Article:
UA-69298255-1 UA-69298255-2 1.2.5 Effect of Sustained Loads on Fatigue Strength

1.2.5 Effect of Sustained Loads on Fatigue Strength

March 23, 2020

In almost all cases the material fatigue curves are generated using a completely alternating stress; i.e., the average stress component is zero. Research has shown that the magnitude of the mean stress can have an effect on the endurance strength of a material, the trend of which is shown below:

Note that as the mean stress increases the maximum permissible absolute stress (Sa + Sm) increases, while the permissible alternating stress decreases. The relationship between the allowable alternating stress and the average stress is described by the Soderberg line, which correlates fairly well with test data for ductile materials. The equation for the Soderberg line is:

 

Sa (Allowed) = Sa (for R = -l) x (1 - Sm / SYieid

Where: 

R= Smin / Smax 
Sa = (Smax - Smin) / 2 
Sm = (Smax + Smin) / 2 

Note that during the development of the ASME Boiler and Pressure Vessel Code Section III rules and procedures for analysis of nuclear piping, the Special Committee to Review Code Stress Basis concluded that the required adjustments to a strain-controlled fatigue data curve based on zero mean stress, occur only for a large number of cycles (i.e. N > 50,000 -100,000)cycles for carbon and low-alloy steels, and are insignificant for 18-8 stainless steels and nickel-chrome-iron alloys. Since these materials constitute the majority of the piping materials in use, and since most cyclic loading events comprise much fewer than 50,000 cycles, the effects of mean stress on fatigue life are negligible for piping materials with ultimate strengths below 100,000 psi. For materials with an ultimate strength equal to or greater than 100,000 psi, such as high strength bolting, mean stress can have a considerable effect on fatigue strength and should be considered when performing a fatigue analysis.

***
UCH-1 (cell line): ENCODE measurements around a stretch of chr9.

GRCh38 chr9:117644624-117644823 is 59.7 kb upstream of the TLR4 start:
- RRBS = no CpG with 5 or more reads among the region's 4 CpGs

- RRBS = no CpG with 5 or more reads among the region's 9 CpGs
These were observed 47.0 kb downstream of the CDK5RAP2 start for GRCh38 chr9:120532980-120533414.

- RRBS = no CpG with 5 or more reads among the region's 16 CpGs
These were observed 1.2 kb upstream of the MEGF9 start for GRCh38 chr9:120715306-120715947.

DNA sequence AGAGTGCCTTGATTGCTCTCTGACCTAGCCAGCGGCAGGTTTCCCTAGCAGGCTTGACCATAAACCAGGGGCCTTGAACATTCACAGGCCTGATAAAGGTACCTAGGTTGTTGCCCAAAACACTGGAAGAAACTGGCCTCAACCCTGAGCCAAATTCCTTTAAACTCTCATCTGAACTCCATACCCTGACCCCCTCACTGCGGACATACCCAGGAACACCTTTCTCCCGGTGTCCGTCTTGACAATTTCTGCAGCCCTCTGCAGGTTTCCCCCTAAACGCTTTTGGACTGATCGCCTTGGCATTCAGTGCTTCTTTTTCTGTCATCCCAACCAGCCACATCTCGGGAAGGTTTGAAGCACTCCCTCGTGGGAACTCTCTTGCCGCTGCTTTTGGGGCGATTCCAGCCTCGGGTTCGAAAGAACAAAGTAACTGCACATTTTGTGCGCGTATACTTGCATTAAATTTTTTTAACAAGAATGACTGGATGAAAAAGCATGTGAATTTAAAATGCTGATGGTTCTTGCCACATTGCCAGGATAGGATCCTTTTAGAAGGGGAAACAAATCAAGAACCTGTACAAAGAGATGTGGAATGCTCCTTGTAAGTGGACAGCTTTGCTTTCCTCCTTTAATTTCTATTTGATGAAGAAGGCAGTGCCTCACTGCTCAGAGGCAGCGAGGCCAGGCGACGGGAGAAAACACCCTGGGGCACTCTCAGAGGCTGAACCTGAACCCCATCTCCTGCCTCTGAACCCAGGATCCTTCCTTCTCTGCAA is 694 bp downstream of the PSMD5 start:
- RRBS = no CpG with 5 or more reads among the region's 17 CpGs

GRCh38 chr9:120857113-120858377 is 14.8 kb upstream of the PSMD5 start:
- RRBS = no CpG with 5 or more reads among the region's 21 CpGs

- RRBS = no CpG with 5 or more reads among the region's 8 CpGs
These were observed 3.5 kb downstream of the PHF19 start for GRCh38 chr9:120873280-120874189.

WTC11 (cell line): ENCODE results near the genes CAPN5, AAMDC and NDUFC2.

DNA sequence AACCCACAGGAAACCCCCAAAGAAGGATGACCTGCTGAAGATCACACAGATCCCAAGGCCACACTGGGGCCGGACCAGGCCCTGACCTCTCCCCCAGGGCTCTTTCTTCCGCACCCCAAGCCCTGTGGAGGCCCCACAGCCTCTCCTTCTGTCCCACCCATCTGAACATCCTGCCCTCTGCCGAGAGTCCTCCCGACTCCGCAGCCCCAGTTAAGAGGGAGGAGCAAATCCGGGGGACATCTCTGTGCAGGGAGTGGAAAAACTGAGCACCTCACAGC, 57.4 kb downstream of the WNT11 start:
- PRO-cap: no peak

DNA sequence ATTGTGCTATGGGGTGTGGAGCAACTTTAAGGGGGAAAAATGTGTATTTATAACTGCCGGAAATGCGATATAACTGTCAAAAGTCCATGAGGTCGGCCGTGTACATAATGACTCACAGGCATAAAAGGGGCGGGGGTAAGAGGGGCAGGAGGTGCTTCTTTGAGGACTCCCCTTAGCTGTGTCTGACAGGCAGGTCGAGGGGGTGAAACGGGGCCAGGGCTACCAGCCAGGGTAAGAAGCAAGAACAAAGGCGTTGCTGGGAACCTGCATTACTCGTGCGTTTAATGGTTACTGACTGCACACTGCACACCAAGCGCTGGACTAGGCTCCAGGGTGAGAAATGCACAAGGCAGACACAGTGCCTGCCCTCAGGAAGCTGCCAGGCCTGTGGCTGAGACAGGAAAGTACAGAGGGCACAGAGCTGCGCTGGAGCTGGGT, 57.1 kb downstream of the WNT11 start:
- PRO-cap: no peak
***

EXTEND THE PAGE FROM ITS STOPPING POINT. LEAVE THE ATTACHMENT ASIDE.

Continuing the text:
For a piping application, the implication of the Soderberg line on the fatigue allowable is implemented in a conservative manner. The sustained stress (i.e., weight, pressure, etc.) can be considered to be the mean component of the stress range after system relaxation, and as such is used to reduce the allowable stress range: 

SE <= F f (Syc + Syh - Ssus

 

Where:

 

Se = expansion stress range, psi 
F = factor of safety, dimensionless 
Syc = material yield stress at cold (installed) temperature, psi 
Syh = material yield stress at hot (operating) temperature, psi 

Read More:

Introduction to Pipe Stress Analysis

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